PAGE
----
Introduction Cow’s milk protein allergy is one of the most common causes of food allergy in early infancy, causing abdominal pain, diarrhoea and in almost all cases failure to thrive. The correlation between rotaviral infection – development of cow’s milk protein allergy in children is known, but no relation between a bacterial infection and cow’s milk protein allergy has been described so far.
Objectives We present the case of a 14 month old male boy whose mother had urticaria, the last episode occurring during pregnancy. He received breast milk until 4 months of age, when his mother erroneously received floroquinolones for her Staphylococcus mastitis and stopped breastfeeding. During the first four months he developped a moderate form of atopical dermatitis, although his weight gain was excelent (90th percentile). Then, his first episodes of bloody diarrhoea occured, receiving third generation cephalosporins, despite the negative coproculture and the positive norovirus test. He received a delactosate formula and after eight days he had a severe allergic reaction with Quincke oedema. Although the Ig E antibodies for cow’s milk protein where negative at the time, the clinical status prompted the introduction of an extensively hydrolyzed milk diet. After two months he had a new diarrhoea episode, with a positive coproculture for Salmonella. He received numerous antibiotics, without any success (trimethoprim/sulfamethoxazole, amoxicillinum + acidum clavulanicum, cefpodoxime). During this time, stools were fermented, mucous, associated with abdominal pain, leading to his admission in a hospital where he received meropenem for the Salmonella infection. In the fifth day of treatment he developed a general allergic reaction to meropenem, Quincke oedema, hyporeactivity. While hospitalised, Ig E for cow’s milk protein where positive for the first time. For almost another six month he was a Salmonella carrier, with multiple allergies during solid food introduction (egg: prick test positive, carrot) all of them with cutaneous eruption, itching, sneeze. He followed a restrictive diet because of all the allergic reactions, for 4 months he only tolerated chicken meat, millet, boiled pear and extensively hydrolyzed milk.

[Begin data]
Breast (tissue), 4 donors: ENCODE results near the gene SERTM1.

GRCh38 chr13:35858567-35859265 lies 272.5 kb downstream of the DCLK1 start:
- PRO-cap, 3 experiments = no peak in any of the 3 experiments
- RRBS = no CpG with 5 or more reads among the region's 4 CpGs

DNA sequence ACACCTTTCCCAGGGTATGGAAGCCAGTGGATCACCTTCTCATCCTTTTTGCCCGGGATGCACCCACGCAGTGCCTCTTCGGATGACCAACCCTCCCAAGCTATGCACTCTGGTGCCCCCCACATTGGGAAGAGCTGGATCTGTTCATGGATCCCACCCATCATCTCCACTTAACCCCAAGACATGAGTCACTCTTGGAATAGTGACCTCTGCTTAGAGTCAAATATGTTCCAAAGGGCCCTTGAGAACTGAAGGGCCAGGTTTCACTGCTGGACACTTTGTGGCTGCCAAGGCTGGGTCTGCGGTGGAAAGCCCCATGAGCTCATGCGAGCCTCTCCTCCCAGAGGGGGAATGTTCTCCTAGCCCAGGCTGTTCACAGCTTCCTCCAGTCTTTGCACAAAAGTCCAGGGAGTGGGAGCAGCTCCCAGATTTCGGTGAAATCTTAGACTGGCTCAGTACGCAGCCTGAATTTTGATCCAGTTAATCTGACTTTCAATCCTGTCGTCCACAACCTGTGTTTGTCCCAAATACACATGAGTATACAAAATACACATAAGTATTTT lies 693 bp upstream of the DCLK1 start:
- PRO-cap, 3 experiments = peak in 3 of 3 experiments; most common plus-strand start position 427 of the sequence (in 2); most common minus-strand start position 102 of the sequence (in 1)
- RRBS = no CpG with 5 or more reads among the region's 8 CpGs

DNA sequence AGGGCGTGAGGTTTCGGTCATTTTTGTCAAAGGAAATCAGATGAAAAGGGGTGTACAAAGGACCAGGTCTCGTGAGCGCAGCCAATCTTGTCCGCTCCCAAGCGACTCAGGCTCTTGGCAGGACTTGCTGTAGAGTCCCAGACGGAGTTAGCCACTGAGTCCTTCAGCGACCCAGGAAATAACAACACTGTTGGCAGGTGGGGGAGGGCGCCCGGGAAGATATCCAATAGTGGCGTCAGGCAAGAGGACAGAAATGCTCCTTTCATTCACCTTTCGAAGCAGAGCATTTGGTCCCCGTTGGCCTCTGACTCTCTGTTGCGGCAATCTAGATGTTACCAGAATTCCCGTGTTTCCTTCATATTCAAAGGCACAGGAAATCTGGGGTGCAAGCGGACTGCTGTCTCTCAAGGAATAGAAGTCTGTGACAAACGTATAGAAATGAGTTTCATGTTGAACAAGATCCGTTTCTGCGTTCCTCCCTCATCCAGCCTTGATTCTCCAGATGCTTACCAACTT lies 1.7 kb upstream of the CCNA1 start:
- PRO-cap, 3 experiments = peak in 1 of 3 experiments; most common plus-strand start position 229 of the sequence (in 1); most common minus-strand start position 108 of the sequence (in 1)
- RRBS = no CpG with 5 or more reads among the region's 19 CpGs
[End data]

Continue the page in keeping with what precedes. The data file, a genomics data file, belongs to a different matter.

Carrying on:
Results and conclusion Despite the status of Salmonella carrier and multiple allergies, the correct diet favouret a great weight gain (90th percentile), while the episodes of abdominal pain improved in terms of frequency and intensity. This case illustrates a rare occurrence of clinically severe IgE-mediated cow’s milk protein allergy in a Salmonella carrier child with good weight gain, making a normal diet a real challenge.
Statistics from Altmetric.com
If you wish to reuse any or all of this article please use the link below which will take you to the Copyright Clearance Center’s RightsLink service. You will be able to get a quick price and instant permission to reuse the content in many different ways.